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R. Eric Reuss
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A few organic ways to keep playtime shorter (some already mentioned):
* Use rooms with straightforward rewards.
* Use rooms such that there are a relatively low number of "Research" actions available. (Not none, but not scads of them either.) Spells are an awesome part of the game, but also one of the things that can push the length up, both because they give players many more options / counter-options to consider each turn, and because they tend to increase the number of actions each player will take in a round.
* Do NOT play with the department of Technomancy (from the expansion), as it allows loads of fast research (great fun once you know the game, but can add length)

I could also see playing only 4 rounds, but either flipping one or two of the voters face-up at the start of the game, or giving everyone two free marks instead of one at game start (since there'll be less time to gather information). It'll mean less time to get spell/vault engines going, but those engines can also cost time, so. If you do this, ignore the "low # of Research spaces" comment above; the shorter game length ought to make that unnecessary.
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Dan Helland
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HyperionHuxley wrote:
I've found that 30 minutes per player, as listed on the box, is pretty accurate.


Yep.

I play with kids, and the round structure is extremely conducive to split sessions. We take a break after round 2 or 3, finish the next day without missing a beat.
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Marc Bennett
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Shampoo4you wrote:


I think some reviewers have made it seem longer than it actually is.



this is very true. I was expecting a much longer game our first playthrough.

AP prone players will find plenty of things to paralyze about, so if that represents your group you may have issues.

I think the best time saver is how the players mentally parse their turns. by the end of the game you get tons of options of what you can do, but its best to ignore that and decide what you need to do.

for example I will parse my turn like this.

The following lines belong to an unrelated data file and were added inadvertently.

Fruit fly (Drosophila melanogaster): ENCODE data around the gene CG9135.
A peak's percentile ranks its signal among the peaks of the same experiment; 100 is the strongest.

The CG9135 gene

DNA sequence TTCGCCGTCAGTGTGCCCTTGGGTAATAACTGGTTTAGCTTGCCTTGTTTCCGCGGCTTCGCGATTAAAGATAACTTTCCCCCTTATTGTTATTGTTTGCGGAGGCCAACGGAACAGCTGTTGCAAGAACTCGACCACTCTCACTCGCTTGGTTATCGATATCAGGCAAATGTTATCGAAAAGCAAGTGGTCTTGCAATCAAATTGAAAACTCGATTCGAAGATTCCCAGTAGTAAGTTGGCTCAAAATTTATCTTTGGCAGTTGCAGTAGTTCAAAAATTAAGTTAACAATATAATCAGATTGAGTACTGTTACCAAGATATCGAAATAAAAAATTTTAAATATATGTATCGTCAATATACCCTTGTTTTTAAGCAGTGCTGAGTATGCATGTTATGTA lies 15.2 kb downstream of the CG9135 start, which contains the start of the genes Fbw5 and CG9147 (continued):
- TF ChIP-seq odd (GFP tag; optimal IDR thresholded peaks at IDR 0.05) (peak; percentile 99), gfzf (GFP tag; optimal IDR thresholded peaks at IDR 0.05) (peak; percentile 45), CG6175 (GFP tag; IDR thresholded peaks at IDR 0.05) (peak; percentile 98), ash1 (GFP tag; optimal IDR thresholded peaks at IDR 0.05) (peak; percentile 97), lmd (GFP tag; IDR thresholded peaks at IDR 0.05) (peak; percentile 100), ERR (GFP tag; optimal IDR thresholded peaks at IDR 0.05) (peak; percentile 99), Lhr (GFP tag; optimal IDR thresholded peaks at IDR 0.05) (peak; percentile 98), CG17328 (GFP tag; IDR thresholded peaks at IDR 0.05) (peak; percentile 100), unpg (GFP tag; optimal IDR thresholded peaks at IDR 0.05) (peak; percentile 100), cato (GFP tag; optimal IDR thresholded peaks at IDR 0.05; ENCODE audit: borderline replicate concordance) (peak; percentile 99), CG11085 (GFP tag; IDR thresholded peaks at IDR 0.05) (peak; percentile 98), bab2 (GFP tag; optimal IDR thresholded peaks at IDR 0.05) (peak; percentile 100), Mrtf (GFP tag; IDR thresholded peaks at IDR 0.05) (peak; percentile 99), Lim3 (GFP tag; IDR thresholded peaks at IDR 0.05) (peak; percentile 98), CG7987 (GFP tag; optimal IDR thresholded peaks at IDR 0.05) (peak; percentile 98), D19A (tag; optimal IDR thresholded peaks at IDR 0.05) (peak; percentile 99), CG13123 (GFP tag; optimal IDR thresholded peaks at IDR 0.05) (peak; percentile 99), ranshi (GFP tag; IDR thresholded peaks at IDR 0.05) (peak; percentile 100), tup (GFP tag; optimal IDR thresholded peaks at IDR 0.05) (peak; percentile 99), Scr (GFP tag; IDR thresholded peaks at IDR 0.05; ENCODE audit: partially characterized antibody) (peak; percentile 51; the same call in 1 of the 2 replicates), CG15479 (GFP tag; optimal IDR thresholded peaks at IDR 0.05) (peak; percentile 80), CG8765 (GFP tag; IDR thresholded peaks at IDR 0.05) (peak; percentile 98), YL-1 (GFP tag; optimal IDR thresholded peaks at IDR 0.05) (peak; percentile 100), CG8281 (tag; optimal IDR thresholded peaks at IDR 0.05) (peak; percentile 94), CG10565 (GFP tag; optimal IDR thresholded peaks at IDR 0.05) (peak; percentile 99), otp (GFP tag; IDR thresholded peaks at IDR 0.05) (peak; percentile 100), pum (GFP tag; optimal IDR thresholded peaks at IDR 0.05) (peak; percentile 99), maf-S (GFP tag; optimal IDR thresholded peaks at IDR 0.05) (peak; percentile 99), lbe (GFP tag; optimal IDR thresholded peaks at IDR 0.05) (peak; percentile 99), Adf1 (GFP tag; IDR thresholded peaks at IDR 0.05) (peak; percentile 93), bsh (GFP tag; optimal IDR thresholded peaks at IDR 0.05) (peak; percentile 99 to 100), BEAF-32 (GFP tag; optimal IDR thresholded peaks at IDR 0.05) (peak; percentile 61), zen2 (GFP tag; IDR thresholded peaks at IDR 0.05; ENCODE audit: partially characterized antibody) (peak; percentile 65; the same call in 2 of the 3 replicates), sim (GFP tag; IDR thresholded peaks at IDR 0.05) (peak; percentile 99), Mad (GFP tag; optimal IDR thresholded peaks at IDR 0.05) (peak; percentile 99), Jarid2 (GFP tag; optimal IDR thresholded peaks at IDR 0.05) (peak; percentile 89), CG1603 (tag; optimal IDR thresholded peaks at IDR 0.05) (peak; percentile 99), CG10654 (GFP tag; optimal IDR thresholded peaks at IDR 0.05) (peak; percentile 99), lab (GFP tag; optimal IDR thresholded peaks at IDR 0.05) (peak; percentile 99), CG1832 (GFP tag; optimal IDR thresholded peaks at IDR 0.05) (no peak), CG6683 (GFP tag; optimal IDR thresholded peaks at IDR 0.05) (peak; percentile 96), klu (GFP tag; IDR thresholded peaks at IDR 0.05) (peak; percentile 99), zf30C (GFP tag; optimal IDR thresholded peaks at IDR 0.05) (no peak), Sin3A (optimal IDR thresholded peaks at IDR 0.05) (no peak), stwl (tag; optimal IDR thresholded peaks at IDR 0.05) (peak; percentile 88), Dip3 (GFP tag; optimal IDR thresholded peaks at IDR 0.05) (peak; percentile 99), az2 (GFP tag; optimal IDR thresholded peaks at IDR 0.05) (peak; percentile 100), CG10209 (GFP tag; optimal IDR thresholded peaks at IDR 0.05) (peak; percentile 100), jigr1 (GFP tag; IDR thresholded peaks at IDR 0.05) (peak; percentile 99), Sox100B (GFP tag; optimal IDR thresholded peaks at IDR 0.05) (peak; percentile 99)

ok I need mana
I have no spells that give mana, 1 supporter, 1 vault card, and 2 rooms.

that right there, narrows down my choice of actions considerably. if the spot in the room I want isn't available I may revisit spells or use a red mage, etc.
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R. Eric Reuss
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Tried a 4-round variant this evening. Three players: experienced (me), played-once, and new player. Each player started off with:
+2 additional gold
+2 additional Mana
+2 additional Influence (plus the resulting Merit Badge)
+1 additional Mark

It worked fine. Less opportunity to flog engines, but spells, items and supporters all saw good use by all players, despite an unusually low-conflict game. (Loads of defense came up early, and only one Sorcery mage was drafted.) All players could use 2 Merit Badges on turn 4, and I think everyone had 4 marks by turn 2-3. I won 6-3-3, taking most Influence, most Supporters, and 4 of the 5 voters I knew about by the end of turn 3... though the first 8 voters split 5-3-0, making it look like it'd be a strong runoff between two of us.

I think things would also have worked with 4 mages per player (like Trey suggested as a further speedup), though 2xPlanar / 2xMysticism could be pretty nasty tempo-wise on turns 2-4, esp. if two players do it.
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R. Eric Reuss
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Did the 4-round variant again. Worked acceptably, though not as well as last time - two minor problems:

1. The Student Council rep's starting free Merit Badge wasn't quite as good on turn 1. ("I have 1, everyone else has 0" is better than "I have 2, everyone else has 1" due to less competition.)

2. The setup was short on Marks - outside of the Council Chamber, there was only the "Secret Supporter + Mark" space (which requires a Merit Badge), and the shorter game meant there was less time for Vault cards / Supporters / Spells which grant Marks to come out and have an effect. Counts weren't catastrophically low - in a 3p game, we ended with 3, 4-5, and 6-7 Marks respectively - but it was a little tight.

Neither made things not-work or un-fun, but I'll keep them in mind for future short games.

One of the folks really wanted one more round to make use of all the stuff they'd gotten. But if we'd played a full game, we'd have blown over our time-limit by the length of Turn #5. It worked really well for teaching the game, though.